There is a passage in Isaac Asimov’s original “Foundation”* story that comes to mind when I think about the state of movies today. Salvor Hardin, the mayor of Terminus City responds to a colleague who calls the people of Terminus scientists:
Are you, though? That’s a nice hallucination, isn’t it? Your bunch here is a perfect example of what’s been wrong with the entire galaxy for thousands of years. What kind of science is it to be stuck out here for centuries classifying the work of scientists of the last millennium? Have you ever thought of working onward, extending their knowledge and improving upon it? No! You’re quite happy to stagnate. The whole galaxy is, and has been for space knows how long.
With just a few subtle changes, this same argument describes the state of originality and creativity in movies today:
Are we (original), though? That’s a nice hallucination, isn’t it? Reboots are a perfect example of what’s been wrong with the motion picture industry for a few decades now. What kind of art is it to be left remaking the movies of the past century? Have we every thought of working onward, extending the range of film, producing something original? No! We are quite happy to stagnate. Audiences have been willing to accept it for too long now.
I despise the term “reboot” as much as I despise the term “reality TV” because it’s meta. The term itself is a reboot of “remake”, just like “reality TV” is a different way of saying “game show”. But this is the next step in the evolution of movies, apparently. At first when Hollywood was desperate for a blockbuster, they shunned original writing and went to literature and broadway. Then, when those weren’t enough, they started to “remake” old movies (The Karate Kid, for instance). Now, it seems, originality is at an all time low. We are moving into what I would call forth-generation reboots. Take Superman for example. It started out as a comic. If we skip over the many TV series and focus on movies, we move into the second generation which is the Superman franchise starring Christopher Reeve. Next was the third generation, another reboot of Superman, Superman Returns in 2006. And word now of yet another reboot of Superman, a fourth generation being produced. The same has happened with Batman, and will likely happen with Spiderman. And it’s not limited to superhero movies.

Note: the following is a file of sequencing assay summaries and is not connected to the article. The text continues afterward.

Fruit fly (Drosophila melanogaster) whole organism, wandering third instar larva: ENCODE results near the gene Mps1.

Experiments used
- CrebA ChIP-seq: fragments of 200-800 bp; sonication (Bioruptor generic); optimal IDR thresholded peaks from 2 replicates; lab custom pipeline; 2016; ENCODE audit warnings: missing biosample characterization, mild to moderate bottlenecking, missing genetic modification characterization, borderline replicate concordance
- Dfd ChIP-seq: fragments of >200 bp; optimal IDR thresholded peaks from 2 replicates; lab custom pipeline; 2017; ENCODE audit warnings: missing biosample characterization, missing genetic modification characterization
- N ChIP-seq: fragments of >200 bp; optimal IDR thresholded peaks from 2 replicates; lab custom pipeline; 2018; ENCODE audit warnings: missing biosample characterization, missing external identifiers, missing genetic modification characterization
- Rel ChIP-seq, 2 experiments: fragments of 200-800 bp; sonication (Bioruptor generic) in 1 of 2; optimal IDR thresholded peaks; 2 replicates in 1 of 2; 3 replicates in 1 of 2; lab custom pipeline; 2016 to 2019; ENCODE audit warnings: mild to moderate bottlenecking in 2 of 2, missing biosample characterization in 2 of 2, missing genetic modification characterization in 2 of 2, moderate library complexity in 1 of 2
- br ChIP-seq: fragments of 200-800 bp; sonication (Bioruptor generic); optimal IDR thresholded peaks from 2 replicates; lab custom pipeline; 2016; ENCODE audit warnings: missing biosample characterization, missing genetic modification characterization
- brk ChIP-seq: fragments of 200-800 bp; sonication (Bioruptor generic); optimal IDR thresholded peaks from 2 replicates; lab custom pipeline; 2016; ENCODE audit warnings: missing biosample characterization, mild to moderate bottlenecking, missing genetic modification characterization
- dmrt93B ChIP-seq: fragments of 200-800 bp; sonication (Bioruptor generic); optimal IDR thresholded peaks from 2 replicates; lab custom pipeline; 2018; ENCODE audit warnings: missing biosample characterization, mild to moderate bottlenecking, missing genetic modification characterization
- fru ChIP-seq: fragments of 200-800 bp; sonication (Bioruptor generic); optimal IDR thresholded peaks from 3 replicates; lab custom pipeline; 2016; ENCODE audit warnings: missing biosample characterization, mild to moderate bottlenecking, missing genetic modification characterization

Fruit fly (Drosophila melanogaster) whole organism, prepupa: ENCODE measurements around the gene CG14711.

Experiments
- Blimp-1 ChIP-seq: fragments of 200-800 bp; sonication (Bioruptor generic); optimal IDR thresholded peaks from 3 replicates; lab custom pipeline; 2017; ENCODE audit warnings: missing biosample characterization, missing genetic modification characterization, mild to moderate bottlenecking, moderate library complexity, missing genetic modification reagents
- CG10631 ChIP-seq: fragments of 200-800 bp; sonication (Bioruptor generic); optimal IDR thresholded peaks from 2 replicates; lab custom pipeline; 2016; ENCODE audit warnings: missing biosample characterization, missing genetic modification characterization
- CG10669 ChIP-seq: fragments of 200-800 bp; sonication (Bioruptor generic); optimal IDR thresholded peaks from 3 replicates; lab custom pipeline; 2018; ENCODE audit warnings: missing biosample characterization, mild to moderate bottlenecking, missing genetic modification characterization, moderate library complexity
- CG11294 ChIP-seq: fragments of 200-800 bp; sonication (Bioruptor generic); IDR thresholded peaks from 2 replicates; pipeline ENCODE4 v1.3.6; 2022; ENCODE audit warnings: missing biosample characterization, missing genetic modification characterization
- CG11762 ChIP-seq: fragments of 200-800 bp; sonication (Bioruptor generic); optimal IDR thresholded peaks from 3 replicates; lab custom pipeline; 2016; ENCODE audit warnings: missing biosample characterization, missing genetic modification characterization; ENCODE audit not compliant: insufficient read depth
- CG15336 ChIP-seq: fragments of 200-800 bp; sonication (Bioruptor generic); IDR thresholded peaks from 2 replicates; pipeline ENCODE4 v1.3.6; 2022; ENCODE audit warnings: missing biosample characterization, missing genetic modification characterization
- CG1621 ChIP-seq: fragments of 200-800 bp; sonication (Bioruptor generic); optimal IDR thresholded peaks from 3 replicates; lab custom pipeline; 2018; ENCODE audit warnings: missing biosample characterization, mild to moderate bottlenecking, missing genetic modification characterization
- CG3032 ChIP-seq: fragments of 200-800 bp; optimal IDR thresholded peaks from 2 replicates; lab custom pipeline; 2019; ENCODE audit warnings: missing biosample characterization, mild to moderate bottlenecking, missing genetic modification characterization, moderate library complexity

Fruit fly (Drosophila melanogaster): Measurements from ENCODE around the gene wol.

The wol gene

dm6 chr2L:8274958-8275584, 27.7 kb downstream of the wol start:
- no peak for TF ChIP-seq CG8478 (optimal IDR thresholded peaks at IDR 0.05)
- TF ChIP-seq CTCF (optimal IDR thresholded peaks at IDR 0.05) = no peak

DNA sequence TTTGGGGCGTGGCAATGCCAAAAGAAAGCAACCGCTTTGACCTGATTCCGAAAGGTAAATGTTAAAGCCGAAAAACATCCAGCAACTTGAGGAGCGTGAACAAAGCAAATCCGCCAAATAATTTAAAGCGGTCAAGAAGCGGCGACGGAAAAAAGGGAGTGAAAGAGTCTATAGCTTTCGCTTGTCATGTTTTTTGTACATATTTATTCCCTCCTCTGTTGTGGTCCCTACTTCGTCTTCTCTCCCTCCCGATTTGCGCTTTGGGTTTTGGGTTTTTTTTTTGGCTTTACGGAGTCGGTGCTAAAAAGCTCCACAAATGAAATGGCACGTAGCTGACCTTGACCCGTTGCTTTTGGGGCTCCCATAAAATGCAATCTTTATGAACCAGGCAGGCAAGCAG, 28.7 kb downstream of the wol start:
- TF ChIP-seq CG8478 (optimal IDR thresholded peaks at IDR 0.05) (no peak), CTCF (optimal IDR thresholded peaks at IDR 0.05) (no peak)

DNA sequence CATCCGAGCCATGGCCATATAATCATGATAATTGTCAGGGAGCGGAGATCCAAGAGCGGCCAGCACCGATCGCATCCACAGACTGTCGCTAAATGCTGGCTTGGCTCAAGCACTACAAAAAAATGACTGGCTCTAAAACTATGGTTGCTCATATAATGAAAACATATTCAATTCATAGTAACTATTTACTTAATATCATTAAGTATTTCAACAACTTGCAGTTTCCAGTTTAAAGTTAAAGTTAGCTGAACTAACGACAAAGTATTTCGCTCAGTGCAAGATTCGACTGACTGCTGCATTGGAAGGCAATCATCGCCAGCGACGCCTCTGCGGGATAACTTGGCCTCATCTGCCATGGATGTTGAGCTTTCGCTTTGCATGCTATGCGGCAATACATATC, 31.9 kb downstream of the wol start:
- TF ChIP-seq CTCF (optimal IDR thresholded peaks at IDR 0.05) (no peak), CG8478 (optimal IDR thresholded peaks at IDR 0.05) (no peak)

The recent Lord of the Rings trilogy can be considered a third generation “reboot”. The Transformer movies are reboots. There doesn’t seem to be any end in sight. It is no surprise that I don’t go to the movies much any more. The level of originality and creativity is at an all-time low. You can bet that at some point in the next generation, there will be a Harry Potter reboot.
Asimov’s caution was regarding scientific knowledge but it applies equally well to the creative arts. We are in a cycle of unoriginality. We make great strides in special effects. Just about any movie these days is not only HD, but 3-D. But the special effects only mask the lack of original content. No work is safe from remake after remake, and in the meantime, as Salvor Hardin said, we are quite happy to stagnate.
* Originally published in 1942 in Astounding and appeared as Part II, The Encyclopedists, in Foundation (1951)